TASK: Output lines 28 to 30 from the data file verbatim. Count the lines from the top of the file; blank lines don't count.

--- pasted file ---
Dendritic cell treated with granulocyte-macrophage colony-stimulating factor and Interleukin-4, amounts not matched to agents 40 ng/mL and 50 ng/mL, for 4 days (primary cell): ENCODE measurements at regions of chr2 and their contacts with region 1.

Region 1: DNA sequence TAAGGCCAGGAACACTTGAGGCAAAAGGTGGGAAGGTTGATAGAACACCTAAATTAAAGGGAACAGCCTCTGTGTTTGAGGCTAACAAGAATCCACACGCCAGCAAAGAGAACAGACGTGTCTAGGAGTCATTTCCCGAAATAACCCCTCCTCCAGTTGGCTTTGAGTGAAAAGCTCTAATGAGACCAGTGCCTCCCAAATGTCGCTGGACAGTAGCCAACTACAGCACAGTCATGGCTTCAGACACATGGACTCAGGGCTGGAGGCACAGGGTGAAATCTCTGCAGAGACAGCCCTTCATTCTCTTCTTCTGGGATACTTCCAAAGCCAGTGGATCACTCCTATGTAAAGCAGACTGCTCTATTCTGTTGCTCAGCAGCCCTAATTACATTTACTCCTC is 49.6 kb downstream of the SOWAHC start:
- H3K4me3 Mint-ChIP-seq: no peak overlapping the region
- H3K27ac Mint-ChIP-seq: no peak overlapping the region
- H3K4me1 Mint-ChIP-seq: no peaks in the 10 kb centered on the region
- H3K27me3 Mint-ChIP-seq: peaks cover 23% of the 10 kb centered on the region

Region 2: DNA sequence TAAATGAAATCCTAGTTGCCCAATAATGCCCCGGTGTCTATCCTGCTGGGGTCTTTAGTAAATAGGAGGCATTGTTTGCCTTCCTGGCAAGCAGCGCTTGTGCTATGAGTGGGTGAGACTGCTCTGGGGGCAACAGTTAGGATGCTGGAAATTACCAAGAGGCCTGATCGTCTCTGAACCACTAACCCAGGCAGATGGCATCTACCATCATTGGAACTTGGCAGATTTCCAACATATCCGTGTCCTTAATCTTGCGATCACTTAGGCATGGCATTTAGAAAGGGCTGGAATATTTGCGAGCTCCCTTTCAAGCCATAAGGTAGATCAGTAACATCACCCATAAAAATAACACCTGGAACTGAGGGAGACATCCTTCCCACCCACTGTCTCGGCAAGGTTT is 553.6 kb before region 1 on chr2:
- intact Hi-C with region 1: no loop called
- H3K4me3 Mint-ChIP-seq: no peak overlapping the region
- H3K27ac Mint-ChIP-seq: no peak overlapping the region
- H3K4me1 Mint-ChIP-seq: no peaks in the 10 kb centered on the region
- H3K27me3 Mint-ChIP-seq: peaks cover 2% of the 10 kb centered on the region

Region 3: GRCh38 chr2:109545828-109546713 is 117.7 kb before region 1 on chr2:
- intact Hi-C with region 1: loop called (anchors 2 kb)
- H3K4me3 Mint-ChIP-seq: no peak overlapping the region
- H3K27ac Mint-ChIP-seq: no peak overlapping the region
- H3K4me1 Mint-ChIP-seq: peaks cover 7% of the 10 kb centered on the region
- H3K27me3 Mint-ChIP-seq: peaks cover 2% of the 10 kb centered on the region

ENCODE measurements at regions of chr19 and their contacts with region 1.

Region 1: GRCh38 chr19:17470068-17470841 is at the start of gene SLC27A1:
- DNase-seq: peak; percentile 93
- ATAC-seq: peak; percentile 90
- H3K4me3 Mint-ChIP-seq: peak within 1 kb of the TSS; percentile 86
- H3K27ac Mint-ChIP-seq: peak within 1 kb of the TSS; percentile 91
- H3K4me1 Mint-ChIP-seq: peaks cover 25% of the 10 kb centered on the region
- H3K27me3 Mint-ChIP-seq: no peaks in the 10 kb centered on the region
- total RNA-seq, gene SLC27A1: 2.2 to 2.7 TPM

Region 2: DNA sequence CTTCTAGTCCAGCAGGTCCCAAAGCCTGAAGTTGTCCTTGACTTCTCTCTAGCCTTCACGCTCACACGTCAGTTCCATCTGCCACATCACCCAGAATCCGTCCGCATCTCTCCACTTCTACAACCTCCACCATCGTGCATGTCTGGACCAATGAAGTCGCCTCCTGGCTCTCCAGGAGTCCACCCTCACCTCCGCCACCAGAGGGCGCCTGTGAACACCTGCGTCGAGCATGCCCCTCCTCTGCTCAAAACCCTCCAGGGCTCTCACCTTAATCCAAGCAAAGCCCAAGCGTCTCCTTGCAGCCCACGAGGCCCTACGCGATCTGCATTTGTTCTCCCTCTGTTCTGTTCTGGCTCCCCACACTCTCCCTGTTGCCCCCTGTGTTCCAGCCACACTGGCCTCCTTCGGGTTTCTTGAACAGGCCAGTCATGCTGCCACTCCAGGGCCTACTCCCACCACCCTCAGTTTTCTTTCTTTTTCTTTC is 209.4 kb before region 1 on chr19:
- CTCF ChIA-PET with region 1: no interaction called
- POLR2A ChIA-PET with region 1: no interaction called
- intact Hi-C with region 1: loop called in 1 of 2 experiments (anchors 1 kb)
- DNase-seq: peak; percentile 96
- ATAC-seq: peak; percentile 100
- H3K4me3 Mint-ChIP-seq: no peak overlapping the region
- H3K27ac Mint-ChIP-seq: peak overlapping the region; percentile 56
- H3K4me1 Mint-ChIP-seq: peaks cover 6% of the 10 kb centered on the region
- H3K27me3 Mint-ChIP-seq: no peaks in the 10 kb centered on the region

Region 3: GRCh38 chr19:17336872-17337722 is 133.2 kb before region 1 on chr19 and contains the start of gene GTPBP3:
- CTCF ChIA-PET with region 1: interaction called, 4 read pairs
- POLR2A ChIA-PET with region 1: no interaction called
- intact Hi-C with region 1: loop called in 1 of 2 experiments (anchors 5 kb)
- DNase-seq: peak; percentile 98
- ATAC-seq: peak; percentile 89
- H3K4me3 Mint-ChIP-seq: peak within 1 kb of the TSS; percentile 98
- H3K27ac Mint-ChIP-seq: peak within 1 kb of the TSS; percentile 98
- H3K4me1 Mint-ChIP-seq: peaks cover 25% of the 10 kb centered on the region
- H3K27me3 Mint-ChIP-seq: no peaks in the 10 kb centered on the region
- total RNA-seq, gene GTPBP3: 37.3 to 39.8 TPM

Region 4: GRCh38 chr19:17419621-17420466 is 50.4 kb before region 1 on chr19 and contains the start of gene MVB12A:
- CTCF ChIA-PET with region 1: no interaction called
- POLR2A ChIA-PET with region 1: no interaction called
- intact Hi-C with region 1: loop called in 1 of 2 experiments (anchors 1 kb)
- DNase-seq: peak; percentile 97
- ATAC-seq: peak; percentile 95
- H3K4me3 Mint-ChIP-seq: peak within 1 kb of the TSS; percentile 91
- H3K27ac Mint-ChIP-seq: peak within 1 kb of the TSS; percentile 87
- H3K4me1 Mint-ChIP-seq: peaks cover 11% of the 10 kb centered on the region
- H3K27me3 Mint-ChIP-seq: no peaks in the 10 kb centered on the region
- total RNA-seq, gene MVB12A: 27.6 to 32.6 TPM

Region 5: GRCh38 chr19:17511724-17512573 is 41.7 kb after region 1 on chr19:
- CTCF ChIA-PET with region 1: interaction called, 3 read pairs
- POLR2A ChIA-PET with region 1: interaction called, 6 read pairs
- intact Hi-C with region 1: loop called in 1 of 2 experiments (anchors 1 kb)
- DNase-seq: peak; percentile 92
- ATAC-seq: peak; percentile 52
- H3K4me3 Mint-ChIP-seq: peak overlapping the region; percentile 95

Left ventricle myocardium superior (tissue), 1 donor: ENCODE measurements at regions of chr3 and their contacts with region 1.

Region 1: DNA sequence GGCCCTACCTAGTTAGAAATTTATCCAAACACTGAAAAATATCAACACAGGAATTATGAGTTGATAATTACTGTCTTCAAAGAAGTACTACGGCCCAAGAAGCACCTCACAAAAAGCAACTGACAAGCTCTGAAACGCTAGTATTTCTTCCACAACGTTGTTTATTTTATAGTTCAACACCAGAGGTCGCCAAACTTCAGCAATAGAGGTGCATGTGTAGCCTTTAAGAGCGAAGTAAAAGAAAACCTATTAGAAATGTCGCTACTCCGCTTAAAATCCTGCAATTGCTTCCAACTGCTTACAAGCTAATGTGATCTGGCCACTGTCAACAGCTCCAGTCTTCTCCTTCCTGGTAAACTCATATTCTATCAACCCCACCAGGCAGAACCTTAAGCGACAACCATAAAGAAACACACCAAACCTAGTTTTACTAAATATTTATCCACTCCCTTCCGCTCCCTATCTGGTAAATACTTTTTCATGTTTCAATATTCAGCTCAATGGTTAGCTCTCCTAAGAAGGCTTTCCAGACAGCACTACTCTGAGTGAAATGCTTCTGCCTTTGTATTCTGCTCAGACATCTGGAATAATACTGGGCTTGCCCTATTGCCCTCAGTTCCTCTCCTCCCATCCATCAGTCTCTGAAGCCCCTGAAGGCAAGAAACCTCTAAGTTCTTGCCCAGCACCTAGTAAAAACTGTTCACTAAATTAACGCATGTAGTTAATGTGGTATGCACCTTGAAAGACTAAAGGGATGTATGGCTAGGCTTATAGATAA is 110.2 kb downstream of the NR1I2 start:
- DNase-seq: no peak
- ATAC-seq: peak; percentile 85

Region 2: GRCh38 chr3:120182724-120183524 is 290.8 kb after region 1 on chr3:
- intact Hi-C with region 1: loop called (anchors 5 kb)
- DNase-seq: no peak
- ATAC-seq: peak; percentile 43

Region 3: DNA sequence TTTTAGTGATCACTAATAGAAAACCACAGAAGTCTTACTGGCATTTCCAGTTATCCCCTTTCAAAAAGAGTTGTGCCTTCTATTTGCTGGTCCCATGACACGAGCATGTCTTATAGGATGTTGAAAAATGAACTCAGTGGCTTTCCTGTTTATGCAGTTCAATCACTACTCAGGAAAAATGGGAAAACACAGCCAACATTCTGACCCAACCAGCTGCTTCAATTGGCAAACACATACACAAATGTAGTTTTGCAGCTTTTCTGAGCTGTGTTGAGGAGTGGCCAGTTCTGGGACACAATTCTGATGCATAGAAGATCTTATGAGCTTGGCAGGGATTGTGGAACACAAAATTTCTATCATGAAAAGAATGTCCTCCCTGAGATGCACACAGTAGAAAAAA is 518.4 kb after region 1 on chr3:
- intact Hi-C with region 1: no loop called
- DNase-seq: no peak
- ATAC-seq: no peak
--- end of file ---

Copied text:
Region 2: DNA sequence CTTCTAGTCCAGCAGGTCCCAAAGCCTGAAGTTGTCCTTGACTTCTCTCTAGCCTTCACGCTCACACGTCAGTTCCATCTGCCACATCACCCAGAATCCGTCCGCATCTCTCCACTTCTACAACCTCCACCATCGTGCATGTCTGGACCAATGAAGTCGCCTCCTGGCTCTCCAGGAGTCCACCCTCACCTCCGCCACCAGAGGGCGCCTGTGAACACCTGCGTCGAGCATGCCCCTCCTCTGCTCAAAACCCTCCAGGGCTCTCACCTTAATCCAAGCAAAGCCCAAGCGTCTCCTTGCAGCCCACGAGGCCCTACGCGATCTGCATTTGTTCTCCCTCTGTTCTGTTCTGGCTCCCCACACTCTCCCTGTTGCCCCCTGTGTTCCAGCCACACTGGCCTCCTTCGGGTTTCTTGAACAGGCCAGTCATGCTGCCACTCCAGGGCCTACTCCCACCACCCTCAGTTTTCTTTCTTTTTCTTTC is 209.4 kb before region 1 on chr19:
- CTCF ChIA-PET with region 1: no interaction called
- POLR2A ChIA-PET with region 1: no interaction called